Over the years, Hollywood has come under attack for the level of violence sometimes depicted on screen. In the 1980s, a number of films were classed as ‘video nasties’ and banned from the shelves. These included Driller Killer and Last House On The Left as examples of films that the government felt would have a corrupting influence on the public, due to the level of violence on display.
People are capable of dreadful acts of violence, but whether or not a film is responsible is up for debate. Many argue if the individual grew up in a violent home or if there was a mental illness behind the driving force of the crime. For these following killers, it was a movie that they claimed motivated them to kill.
10. Halloween (1978)
17-year-old Jake Evans of Aledo, Texas, watched the remake of John Carpenter’s Halloween three times before the urge to kill struck. Impressed by the ease in which the main character, Michael Myers, committed the murders, and the lack of remorse the character felt, Evans plotted his own course of the murder.
At first, Evans intended to kill his 15-year-old sister and his mother with a knife, which was the weapon of Michael Myers’ choice. However, he decided on a revolver which he stole from his grandfather. He wanted to make the killing less painful for his family he later admitted to the police.
Then on September 2012, he entered his sister’s bedroom and turned the gun on her. At first, she thought he was joking, typical of her brother’s erratic behavior, yet sadly it was no joke and he shot her in the back of the head. He then moved on to his mother’s room and pointed the gun at her. He shot her three times until she was dead. Afterwards, he heard a noise from his sister’s room and he realized he had failed to properly kill her, returning to her room he shot her again until he was satisfied she was gone.
Evans then dialed 911 to confess his crime. He told the operator that the killing “just kind of happened”. When she asked for more details Evans told her he had been planning to kill for a while and when asked who, he said “pretty much anybody”. When the operator asked him why he killed two members of his family, he said “they were just suffocating me in a way…I’m pretty, I guess, evil..” He then told the operator “This is going to really mess me up in the future”.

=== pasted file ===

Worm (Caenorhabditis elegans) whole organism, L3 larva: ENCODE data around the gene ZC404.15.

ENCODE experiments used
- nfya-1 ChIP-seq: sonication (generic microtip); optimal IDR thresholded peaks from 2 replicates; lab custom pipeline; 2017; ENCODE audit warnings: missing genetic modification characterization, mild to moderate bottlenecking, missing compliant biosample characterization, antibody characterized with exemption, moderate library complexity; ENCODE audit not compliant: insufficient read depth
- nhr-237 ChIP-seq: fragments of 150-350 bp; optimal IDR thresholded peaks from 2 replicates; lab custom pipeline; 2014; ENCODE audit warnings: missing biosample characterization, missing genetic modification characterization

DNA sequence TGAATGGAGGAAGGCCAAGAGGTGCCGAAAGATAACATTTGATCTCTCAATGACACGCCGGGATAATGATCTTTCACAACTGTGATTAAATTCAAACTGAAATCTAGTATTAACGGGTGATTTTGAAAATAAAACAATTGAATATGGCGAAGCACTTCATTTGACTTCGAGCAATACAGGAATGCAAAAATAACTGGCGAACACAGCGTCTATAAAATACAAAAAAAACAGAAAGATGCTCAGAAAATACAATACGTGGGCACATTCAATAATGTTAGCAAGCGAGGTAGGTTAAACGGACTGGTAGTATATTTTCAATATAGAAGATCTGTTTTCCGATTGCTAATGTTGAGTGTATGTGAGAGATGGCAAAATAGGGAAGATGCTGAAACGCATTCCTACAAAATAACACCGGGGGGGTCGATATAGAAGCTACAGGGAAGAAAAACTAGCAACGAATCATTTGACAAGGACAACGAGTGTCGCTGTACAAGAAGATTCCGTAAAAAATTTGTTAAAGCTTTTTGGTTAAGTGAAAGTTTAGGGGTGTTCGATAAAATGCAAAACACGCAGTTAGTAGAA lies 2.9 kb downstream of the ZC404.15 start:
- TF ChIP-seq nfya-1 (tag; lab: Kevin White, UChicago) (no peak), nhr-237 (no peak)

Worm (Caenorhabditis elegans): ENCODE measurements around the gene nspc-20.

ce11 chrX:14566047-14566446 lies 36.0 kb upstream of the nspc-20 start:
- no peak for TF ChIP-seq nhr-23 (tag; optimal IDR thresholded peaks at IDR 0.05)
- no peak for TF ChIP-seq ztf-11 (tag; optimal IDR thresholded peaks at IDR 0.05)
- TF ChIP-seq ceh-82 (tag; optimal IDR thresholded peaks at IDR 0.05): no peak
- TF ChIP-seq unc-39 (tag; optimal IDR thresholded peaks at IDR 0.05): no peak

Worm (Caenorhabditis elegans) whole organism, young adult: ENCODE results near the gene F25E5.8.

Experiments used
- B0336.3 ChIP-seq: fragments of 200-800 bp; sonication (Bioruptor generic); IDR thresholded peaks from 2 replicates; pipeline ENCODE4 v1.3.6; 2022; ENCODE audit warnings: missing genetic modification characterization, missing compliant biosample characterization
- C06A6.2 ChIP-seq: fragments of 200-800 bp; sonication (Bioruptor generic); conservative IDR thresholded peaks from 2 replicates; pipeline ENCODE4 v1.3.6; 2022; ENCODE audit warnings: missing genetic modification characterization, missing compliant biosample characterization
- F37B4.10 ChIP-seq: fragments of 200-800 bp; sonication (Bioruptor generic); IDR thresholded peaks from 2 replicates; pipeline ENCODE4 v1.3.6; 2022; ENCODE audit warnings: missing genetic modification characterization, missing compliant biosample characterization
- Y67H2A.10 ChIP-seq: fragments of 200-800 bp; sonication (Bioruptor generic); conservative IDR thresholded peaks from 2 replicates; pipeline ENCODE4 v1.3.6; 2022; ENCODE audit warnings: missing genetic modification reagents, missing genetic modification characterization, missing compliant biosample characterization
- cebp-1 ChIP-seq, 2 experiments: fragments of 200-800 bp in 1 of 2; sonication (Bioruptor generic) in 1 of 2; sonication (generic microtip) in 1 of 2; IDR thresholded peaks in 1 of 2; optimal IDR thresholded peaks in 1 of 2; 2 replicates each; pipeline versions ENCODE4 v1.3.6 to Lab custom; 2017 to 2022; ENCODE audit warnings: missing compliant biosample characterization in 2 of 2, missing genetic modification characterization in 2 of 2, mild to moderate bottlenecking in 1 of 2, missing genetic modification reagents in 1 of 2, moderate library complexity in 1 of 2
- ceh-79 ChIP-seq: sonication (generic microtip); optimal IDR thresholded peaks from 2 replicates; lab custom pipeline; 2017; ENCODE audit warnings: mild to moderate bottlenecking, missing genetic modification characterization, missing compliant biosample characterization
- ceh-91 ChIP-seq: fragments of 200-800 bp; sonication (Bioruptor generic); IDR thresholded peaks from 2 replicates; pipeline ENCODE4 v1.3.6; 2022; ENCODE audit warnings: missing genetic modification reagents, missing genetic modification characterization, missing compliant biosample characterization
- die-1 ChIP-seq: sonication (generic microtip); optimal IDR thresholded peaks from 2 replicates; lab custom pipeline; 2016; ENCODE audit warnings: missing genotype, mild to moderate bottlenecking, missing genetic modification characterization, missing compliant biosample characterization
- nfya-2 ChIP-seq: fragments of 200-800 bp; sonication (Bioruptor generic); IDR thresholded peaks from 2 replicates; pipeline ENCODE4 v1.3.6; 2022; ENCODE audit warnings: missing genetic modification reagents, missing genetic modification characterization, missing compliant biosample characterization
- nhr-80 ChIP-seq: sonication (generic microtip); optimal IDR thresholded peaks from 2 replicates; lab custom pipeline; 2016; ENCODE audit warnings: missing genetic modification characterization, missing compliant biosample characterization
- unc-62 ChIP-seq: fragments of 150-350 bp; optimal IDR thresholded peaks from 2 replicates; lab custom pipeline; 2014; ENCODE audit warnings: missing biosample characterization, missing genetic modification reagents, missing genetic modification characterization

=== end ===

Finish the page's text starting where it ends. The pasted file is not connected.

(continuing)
As he was under 18-years-old he avoided the death penalty and received a 45-year sentence instead.
9. Bug (2006)
In 2007, millionaire insurance executive Alberto Izaga was holidaying with his wife Ligia in New York. They decided to watch Bug at the cinema while they were away together. The movie follows ex-soldier Peter Evans as he becomes increasingly unhinged, believing his home has been infested by insects and that he is the subject of government testing.
On their return to London, Alberto became increasingly paranoid and his mental state began deteriorating rapidly. He had recently listened to a seminar by a Jesuit Priest and believed he was part of their sect, recruited against his will to take over the financial world. The day before Alberto committed murder he told a friend he had been unable to sleep for 72 hours.
Then on June 2nd, Alberto and his wife put their baby daughter to bed. At 9 pm, an exhausted Alberto retired to bed himself. He managed to sleep but at 4.30am he awoke, ranted about the Jesuit Priest to his wife and then began to talk obsessively about the film Bug.
Tragically he then went into his 2-year-old daughter’s room, picked her up and fatally smashed her head against the floor. He yelled “God doesn’t exist! The universe doesn’t exist! Humanity doesn’t exist”. His panicked wife tried to stop him from ringing for the police.
During his trial, a psychiatrist told the court that Alberto had a “severe form of mental illness” where he lost appreciation of what is real and imaginary, a clear resemblance of the character Peter Evans in Bug who also lost the capability to think sanely. It was a sad day in court. The prosecutor himself stated that Alberto was “the last person capable of killing another human and least of all his flesh and blood”. Alberto was found guilty of murder by reason of insanity. Following the case, he was transferred to a secure mental unit for the clinically insane.